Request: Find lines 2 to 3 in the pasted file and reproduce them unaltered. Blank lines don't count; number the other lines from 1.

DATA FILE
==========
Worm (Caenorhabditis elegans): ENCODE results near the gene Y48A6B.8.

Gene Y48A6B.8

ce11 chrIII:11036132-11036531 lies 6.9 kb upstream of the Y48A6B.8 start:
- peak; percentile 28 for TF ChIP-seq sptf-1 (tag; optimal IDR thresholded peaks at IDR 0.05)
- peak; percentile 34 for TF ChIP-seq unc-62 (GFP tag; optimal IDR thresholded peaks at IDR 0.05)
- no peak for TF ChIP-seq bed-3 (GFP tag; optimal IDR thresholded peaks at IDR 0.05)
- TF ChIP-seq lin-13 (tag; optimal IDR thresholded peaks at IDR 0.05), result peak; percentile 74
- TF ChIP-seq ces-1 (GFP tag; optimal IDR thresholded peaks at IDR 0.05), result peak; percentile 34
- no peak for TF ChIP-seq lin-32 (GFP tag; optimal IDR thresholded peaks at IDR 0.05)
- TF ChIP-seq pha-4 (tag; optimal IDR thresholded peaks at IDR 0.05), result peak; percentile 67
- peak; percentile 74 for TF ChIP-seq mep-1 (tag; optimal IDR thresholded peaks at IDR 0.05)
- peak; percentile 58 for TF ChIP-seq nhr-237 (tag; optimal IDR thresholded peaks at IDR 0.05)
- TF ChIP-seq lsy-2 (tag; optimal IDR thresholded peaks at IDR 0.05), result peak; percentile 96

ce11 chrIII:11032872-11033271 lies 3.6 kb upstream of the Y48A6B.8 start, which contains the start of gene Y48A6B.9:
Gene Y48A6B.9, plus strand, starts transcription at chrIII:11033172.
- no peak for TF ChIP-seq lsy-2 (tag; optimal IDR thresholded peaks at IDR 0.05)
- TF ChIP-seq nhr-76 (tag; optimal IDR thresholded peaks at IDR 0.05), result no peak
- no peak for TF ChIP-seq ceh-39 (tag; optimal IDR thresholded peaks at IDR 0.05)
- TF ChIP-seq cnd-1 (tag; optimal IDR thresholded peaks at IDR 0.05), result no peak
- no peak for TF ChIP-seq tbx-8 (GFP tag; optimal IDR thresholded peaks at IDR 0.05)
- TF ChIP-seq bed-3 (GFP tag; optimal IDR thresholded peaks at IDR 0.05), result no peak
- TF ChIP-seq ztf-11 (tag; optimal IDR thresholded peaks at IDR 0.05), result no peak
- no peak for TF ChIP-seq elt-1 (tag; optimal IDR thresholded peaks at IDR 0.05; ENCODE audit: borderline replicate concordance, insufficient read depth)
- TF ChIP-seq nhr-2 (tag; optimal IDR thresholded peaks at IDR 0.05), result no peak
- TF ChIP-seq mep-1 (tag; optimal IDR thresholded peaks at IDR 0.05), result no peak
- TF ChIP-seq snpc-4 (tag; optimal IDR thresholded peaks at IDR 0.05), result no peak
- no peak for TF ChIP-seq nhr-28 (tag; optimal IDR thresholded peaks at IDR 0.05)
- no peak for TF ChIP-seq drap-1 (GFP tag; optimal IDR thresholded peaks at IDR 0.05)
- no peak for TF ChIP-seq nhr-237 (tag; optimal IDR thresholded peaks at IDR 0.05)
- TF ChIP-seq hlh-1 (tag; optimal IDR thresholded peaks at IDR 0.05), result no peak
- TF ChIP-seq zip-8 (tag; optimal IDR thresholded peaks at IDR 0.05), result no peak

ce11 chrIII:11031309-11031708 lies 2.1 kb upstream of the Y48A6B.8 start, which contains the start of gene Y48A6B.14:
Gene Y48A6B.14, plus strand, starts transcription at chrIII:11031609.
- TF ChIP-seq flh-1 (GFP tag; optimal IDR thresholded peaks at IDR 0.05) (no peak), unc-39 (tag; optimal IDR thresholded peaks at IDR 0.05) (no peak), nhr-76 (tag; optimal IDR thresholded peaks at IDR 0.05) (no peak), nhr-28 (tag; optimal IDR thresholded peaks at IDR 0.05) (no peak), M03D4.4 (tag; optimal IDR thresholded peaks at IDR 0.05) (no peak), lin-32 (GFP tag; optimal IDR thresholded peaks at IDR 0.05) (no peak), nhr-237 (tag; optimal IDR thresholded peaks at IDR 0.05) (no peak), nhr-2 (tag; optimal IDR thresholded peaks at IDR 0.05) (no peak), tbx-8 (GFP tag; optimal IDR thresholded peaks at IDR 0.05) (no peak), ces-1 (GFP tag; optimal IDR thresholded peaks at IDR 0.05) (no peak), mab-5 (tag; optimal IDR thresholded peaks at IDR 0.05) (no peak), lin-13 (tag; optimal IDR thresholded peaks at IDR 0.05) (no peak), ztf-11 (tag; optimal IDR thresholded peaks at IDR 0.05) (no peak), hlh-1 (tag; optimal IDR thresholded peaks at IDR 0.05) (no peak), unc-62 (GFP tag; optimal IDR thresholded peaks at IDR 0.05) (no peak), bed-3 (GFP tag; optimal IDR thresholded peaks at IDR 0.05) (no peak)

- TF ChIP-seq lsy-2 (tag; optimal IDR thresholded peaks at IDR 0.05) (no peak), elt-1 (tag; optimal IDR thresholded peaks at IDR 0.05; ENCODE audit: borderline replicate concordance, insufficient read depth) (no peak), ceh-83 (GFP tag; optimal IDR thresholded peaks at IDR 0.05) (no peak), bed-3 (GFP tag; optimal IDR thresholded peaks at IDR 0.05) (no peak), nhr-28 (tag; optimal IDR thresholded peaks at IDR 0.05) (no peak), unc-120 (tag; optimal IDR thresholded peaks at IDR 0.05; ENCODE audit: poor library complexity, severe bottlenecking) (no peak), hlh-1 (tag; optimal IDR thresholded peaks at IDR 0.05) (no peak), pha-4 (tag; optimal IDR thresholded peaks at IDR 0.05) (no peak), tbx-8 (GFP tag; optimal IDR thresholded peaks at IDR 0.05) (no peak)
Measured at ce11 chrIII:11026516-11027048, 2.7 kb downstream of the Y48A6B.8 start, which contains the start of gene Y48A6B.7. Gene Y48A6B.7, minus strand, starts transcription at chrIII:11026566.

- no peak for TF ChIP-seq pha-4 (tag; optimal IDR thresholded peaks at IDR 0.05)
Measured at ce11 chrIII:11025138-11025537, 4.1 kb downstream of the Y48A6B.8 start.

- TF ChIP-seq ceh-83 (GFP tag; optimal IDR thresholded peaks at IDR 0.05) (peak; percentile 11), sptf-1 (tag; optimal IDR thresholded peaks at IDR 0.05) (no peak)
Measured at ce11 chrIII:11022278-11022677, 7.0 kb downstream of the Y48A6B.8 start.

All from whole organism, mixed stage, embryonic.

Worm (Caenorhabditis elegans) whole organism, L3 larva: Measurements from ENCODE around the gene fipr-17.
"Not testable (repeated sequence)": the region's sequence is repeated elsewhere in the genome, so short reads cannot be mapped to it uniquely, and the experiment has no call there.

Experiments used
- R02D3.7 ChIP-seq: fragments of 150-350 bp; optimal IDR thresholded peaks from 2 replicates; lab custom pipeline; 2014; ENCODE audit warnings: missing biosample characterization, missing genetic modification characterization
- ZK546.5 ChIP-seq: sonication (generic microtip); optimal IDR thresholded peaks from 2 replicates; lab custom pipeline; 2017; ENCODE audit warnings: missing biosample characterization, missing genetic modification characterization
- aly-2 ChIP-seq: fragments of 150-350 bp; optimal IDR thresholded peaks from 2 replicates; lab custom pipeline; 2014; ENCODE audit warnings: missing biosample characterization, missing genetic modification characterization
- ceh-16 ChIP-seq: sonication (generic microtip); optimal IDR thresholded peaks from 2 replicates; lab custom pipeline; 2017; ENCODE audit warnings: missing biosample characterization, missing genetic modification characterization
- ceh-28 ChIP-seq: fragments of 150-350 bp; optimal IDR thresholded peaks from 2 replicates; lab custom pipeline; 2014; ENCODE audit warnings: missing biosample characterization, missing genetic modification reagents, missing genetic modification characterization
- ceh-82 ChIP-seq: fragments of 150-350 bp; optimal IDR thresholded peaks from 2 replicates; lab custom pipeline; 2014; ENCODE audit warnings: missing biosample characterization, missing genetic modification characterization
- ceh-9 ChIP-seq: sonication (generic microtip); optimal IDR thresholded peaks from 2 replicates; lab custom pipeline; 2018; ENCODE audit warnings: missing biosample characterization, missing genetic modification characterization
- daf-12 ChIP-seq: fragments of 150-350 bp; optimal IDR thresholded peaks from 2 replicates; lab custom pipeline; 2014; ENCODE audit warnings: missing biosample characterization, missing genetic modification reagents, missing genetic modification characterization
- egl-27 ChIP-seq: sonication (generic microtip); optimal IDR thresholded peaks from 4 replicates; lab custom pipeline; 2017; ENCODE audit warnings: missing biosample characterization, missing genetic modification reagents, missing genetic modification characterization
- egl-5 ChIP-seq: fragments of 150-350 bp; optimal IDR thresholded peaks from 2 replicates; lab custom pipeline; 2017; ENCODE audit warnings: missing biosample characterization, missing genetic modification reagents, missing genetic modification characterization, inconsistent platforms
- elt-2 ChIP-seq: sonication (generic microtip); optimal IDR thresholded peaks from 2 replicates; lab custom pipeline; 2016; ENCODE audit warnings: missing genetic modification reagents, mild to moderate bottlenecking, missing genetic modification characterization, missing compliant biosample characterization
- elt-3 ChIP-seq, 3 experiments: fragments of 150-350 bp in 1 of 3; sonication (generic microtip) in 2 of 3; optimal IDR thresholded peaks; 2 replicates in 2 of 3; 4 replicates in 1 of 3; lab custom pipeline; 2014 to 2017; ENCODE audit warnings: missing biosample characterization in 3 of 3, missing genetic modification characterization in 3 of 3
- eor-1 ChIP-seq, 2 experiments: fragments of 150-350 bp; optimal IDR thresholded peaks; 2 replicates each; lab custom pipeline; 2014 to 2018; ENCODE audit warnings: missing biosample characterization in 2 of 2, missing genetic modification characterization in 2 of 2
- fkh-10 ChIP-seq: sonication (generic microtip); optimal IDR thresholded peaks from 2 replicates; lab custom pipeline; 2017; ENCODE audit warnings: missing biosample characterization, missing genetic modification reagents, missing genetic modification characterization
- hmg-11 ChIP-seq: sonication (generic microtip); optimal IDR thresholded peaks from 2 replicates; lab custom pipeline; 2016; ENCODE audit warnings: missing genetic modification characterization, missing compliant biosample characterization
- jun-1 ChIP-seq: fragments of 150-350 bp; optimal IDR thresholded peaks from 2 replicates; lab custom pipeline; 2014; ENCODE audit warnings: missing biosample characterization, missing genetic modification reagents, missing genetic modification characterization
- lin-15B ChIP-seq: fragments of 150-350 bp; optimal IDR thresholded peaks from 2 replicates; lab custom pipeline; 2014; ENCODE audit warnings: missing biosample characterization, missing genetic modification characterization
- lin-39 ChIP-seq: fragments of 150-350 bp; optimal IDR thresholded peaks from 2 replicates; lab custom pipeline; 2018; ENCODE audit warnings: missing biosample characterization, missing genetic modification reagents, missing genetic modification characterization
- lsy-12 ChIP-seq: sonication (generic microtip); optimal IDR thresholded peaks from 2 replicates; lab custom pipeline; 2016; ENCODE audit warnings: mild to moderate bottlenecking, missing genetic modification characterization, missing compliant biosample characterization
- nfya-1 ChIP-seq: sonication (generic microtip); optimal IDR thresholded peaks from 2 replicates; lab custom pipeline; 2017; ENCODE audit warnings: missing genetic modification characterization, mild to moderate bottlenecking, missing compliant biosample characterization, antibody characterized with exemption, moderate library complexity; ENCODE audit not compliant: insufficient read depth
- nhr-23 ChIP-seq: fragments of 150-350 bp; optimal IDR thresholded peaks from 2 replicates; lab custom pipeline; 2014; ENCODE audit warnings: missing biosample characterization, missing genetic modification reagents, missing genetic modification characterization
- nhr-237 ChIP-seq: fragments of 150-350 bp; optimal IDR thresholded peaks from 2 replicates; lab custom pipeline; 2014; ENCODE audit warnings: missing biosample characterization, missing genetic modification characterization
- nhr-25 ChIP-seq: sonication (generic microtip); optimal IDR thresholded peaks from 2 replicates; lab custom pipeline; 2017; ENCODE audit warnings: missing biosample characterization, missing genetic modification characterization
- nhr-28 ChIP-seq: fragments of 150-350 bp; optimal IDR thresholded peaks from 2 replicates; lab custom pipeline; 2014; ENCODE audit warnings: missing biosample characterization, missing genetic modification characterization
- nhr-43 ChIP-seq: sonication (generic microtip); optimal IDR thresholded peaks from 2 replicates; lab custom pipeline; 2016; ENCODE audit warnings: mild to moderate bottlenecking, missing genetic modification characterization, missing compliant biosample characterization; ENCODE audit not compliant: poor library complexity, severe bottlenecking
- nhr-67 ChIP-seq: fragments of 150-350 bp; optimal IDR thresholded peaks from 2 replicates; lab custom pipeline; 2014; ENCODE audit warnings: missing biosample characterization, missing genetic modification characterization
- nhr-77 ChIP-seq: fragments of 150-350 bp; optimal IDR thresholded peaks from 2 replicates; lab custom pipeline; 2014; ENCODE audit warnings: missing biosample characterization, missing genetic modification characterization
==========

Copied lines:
Gene Y48A6B.8

ce11 chrIII:11036132-11036531 lies 6.9 kb upstream of the Y48A6B.8 start: